UPSTART NORDIC BROWSER Vivaldi, launched by Opera co-founder Jon von Tetzchner, has announced the release of Version 1.14, coinciding with the third anniversary of its soft launch.
The headline feature from this edition is the arrival of vertical reading. Whilst for us in our horizontal, left-to-right world, this may not seem a big deal, for countries like China, where the tradition is to read from top to bottom, this is the first time a browser has allowed them the option not to compromise.
With more than a billion Chinese computer users, not to mention Korean and Japanese, that kind of appeal offers an undoubted untapped potential.
"The needs of our users come first, no matter where they live or what language they read, write or speak. The vertical reader mode gives them more flexibility to access content on the Web on their terms," says Jon von Tetzchner.
"We are confident that with this unique feature, users of the East Asian languages all across the globe will have yet another reason to choose Vivaldi."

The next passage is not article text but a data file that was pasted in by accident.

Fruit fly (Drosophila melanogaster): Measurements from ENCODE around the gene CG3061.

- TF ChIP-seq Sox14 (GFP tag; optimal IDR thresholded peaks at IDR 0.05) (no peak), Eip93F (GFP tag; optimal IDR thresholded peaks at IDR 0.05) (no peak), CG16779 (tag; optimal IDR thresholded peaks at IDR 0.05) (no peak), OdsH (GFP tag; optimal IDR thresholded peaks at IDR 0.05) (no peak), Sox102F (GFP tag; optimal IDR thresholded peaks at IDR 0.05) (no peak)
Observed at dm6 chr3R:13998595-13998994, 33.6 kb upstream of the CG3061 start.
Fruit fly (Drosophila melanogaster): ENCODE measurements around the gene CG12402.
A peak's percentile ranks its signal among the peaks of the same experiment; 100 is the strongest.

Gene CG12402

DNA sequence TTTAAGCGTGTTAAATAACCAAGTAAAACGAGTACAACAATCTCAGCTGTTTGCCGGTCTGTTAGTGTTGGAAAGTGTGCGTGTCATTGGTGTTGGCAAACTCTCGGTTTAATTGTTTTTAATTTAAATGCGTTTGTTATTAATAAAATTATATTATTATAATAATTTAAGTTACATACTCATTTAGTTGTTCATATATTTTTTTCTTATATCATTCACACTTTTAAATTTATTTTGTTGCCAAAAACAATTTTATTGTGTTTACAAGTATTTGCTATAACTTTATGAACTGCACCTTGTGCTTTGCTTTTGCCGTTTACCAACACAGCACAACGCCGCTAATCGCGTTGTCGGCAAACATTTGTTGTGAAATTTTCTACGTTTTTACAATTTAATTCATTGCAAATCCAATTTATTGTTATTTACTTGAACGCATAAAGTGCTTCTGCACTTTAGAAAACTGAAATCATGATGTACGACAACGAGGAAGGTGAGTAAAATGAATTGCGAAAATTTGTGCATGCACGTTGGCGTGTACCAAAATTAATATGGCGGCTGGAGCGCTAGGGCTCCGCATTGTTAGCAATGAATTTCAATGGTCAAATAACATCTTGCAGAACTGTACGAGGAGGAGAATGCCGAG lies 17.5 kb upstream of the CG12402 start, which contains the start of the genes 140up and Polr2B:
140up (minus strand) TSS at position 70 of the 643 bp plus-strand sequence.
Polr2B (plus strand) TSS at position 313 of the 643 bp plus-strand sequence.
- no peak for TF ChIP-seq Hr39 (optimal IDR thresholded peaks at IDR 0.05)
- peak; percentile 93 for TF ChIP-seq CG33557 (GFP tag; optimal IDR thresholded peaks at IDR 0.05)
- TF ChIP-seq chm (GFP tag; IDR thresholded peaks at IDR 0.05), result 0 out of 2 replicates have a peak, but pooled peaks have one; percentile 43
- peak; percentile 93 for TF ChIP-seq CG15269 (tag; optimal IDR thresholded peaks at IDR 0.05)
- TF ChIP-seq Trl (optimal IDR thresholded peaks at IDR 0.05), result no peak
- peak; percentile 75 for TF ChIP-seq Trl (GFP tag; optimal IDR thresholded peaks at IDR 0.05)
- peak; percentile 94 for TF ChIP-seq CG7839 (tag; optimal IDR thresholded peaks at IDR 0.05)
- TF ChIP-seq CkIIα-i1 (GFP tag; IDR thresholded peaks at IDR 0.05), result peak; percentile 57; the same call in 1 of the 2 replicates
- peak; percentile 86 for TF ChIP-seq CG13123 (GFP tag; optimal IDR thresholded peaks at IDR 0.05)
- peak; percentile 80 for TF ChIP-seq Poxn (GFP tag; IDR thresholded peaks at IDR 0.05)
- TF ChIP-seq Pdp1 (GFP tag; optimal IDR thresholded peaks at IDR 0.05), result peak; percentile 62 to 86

Other features include markdown support in notetaking, making it easy to copy and paste your ramblings to Reddit or GitHub, and there's also bulleted lists, bolding and other bits that you would expect from markdown. It's the sort of thing that makes online hacks like us very happy.
Also improved is "Web Panels", an augmented version of favourites that puts most-browsed sites in windows alongside the main content.
New search engines including DuckDuckGo and Ecosia have been added and can now be reordered to suit if you're that one guy that still prefers Ask Jeeves.
"Over the last three years, Vivaldi has introduced a series of novel features and customisation options that keep our users productive, inspired and engaged on the Web," says Jon von Tetzchner. "We are trying to capture our users' imaginations and focus on giving them multiple ways of accessing their favourite features so that they can browse exactly the way they want to."
If you want to give it a whirl, you can download it from here. µ
You're not the voice, try and understand it
Not 'Appy bunnies
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